Do you have symptoms of a cold or the flu? Wondering if it’s okay to go to work?
It’s important to understand some key facts about each illness to take care of yourself and to help prevent your co-workers from coming down with your bug. Here’s how.
When Should I Stay Home?
“When you have a fever, regardless of what else is going on, stay home,” said Robin Roach, RN, infection control manager at Blake Medical Center in Bradenton, Florida. “Fever is an indication of systemic illness, not just a localized illness. A cold is localized in your nose and throat. Fever is rare in a cold.”
Another sign you should stay home: red or draining eyes. This may indicate pink eye, another potentially contagious condition in its own right. Overall, if you think your illness will prevent you from performing your work duties, stay home.
How Long Should I Stay on the Bench?
Say you came down with something on Friday evening, stayed in bed all weekend and then started to feel better by Sunday evening. You may think you’re good to go by Monday, but are you really?
Your first priority: don’t return to work until your fever is gone for at least 24 hours. And sorry, reducing your fever using medications doesn’t count: you can still spread germs even if you’ve been diligently taking Tylenol.
In fact, according to the CDC, most adults are able to infect other people with flu from one day before symptoms develop, all the way up to seven days after they first become sick. In other words, you’re possibly contagious before you realize you’re sick, while you’re sick (obviously) and even after you think you’re in the clear.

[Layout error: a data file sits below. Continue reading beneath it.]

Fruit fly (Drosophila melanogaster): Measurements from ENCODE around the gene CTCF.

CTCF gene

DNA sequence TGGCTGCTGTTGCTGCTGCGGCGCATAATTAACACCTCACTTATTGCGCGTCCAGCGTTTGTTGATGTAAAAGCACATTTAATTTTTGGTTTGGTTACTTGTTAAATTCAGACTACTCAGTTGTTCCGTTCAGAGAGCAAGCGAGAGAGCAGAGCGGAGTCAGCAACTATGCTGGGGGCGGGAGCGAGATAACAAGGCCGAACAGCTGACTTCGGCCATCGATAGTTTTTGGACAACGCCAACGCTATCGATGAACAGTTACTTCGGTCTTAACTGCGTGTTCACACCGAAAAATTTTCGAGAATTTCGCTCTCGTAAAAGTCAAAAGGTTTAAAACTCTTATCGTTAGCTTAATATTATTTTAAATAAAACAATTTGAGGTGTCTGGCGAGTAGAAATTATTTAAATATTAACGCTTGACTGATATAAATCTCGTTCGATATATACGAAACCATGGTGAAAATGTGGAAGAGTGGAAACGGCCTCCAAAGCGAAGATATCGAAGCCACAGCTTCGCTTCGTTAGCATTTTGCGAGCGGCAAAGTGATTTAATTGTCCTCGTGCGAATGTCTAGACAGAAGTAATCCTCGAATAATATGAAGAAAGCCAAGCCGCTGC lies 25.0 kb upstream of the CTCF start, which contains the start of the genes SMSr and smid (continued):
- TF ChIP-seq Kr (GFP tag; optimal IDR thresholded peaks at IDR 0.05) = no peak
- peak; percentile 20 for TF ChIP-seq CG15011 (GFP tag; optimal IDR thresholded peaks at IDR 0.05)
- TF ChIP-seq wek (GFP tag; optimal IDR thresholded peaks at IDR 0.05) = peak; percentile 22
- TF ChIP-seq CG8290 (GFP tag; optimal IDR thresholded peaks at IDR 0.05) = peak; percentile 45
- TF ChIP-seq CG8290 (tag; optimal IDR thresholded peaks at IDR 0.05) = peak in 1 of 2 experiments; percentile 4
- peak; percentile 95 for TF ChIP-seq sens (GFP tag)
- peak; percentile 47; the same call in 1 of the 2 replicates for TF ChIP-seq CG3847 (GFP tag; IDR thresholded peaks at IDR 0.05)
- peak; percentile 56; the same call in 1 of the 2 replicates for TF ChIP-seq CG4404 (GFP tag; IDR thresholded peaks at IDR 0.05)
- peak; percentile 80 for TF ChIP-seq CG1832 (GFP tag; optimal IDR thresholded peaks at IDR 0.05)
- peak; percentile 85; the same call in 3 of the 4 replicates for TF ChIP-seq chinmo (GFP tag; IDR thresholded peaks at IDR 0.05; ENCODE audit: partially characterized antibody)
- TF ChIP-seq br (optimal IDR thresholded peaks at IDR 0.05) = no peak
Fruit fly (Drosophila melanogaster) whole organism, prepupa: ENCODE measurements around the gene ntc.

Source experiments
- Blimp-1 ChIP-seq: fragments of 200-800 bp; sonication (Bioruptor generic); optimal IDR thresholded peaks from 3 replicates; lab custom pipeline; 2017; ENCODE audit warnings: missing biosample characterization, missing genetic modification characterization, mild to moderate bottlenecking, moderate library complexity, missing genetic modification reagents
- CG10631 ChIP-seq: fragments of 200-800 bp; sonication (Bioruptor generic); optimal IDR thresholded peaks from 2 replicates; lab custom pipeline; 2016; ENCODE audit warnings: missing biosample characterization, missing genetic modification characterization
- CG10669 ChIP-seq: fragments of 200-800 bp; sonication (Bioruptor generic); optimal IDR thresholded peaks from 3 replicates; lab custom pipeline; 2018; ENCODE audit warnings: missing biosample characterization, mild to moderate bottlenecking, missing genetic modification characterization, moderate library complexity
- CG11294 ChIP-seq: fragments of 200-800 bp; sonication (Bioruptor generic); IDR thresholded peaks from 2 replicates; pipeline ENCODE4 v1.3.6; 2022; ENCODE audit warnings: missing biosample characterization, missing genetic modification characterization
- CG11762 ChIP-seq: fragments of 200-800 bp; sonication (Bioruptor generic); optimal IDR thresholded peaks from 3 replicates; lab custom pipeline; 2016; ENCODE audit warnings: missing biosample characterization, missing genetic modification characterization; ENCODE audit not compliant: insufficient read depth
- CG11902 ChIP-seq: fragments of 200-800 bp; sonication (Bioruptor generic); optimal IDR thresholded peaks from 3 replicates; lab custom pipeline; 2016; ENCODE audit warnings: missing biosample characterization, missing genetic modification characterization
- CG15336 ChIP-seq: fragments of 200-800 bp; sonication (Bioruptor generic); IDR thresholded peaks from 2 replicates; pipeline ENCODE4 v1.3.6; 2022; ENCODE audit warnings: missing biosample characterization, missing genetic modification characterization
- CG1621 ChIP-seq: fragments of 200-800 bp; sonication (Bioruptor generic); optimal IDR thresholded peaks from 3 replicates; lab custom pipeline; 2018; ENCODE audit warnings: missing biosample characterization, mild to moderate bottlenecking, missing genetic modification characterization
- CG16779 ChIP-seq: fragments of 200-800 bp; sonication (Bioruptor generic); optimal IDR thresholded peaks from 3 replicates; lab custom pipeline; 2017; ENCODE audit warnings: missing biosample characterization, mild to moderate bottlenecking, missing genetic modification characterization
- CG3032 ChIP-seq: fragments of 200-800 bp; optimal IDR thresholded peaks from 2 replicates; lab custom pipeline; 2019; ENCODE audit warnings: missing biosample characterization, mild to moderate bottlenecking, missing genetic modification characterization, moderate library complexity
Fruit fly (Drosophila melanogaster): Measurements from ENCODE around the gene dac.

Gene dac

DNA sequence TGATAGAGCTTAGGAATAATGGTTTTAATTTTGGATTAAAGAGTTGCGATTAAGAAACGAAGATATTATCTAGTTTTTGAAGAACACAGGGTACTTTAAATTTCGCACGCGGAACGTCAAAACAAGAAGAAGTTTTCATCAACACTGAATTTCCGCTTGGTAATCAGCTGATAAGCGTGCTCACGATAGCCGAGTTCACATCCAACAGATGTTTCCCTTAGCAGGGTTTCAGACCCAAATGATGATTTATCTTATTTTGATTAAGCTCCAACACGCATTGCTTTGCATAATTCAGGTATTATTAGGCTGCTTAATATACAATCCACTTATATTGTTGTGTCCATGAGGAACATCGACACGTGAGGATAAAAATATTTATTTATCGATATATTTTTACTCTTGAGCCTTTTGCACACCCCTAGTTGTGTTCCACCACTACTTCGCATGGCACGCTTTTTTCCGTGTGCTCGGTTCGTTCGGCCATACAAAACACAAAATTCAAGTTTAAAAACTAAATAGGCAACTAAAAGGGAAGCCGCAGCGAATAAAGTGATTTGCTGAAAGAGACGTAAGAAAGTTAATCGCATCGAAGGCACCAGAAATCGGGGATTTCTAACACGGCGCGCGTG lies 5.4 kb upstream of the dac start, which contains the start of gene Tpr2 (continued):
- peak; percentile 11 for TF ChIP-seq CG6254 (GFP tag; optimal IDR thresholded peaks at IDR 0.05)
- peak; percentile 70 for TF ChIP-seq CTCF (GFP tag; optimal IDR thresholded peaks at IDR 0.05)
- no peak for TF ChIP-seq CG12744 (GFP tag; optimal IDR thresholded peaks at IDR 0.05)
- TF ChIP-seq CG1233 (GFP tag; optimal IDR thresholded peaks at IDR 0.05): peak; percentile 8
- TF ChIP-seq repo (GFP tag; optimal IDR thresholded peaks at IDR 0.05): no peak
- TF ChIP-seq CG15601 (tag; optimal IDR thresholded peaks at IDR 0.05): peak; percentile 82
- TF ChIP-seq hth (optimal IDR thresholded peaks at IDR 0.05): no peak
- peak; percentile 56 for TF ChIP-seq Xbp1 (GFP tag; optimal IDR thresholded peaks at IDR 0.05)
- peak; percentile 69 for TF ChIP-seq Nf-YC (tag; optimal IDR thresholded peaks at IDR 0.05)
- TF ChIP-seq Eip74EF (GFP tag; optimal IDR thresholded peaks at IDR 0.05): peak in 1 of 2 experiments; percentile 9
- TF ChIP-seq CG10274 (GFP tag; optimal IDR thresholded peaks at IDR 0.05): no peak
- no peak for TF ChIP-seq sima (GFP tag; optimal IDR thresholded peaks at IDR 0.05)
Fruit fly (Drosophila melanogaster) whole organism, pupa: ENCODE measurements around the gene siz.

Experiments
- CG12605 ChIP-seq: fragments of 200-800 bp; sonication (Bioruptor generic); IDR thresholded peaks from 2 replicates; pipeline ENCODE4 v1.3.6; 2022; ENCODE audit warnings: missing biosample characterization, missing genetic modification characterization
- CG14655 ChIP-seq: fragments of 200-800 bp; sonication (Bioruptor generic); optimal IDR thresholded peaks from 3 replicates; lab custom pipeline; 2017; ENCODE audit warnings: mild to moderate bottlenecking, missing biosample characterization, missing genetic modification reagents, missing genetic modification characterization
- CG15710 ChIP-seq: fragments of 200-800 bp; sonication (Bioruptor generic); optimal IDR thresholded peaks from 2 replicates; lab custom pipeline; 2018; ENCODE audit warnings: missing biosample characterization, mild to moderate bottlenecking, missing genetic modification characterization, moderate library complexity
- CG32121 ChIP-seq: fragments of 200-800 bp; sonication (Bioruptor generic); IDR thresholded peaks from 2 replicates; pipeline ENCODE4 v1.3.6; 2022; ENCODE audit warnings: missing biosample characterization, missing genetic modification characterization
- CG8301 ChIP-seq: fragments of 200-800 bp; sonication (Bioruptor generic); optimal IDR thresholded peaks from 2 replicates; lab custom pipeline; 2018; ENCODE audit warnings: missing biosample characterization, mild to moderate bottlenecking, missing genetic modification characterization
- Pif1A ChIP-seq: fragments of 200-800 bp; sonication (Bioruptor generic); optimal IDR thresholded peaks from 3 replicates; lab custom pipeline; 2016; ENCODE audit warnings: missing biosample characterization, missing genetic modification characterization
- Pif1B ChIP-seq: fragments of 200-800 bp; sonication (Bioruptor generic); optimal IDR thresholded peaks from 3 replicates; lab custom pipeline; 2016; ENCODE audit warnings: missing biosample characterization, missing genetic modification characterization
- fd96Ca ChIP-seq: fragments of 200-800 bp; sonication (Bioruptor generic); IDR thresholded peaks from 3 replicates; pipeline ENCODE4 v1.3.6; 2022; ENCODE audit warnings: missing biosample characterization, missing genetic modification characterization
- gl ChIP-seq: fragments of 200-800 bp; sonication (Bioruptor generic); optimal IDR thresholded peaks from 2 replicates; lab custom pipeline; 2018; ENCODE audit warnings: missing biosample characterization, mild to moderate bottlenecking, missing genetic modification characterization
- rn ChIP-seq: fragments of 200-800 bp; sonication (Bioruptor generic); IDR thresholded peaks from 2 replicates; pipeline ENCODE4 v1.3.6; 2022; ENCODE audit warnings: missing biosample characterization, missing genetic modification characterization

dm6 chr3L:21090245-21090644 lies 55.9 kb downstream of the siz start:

The bottom line: When in doubt, sit it out.
What If Not Working Is Not an Option?
If you absolutely, positively have to be at work, do your best to keep your distance from others, Roach said. Although this approach, called social distancing, is actually a public health strategy to prevent a community-wide influenza pandemic, the flu-avoiding principles apply at work as well.
“If you’re not feeling well at work, I recommend staying in your office, away from people as much as possible,” Roach said. “If you have to meet with others, sit at the other end of the table.”
Other social distancing steps include not shaking hands, avoiding the break room — especially during busy times — rescheduling nonessential travel and replacing in-person meetings with teleconferencing. And, of course, if you have the means, working from home is a good bet.
Preventing the Flu
“The best thing to do is to prevent the flu in the first place,” said Roach. Here are some steps you can take:
- Get vaccinated. The CDC recommends all adults get a yearly flu vaccine — with an emphasis on yearly. As Roach explained, the flu virus changes a little bit every year, and sometimes, it changes a lot.
- Practice good hand hygiene. Use soap and water and scrub your hands for at least 20 seconds.
- Follow respiratory etiquette. That means sneezing or coughing into a tissue and immediately discarding the tissue.
- Clean germ-laden areas. Roach said areas where people congregate tend to be the most prone to the accumulation of germs. Use bleach wipes to clean doorknobs and surfaces in public areas as well as your own workspace. Remember: you can pick up a virus from a contaminated surface for up to 48 hours
- Take care of yourself. Eat healthy food, get enough sleep and stay away from sick people, Roach said.
Sound cold and flu etiquette can help protect you from getting sick, and, in case you do succumb, reduce the changes you share your germs with others.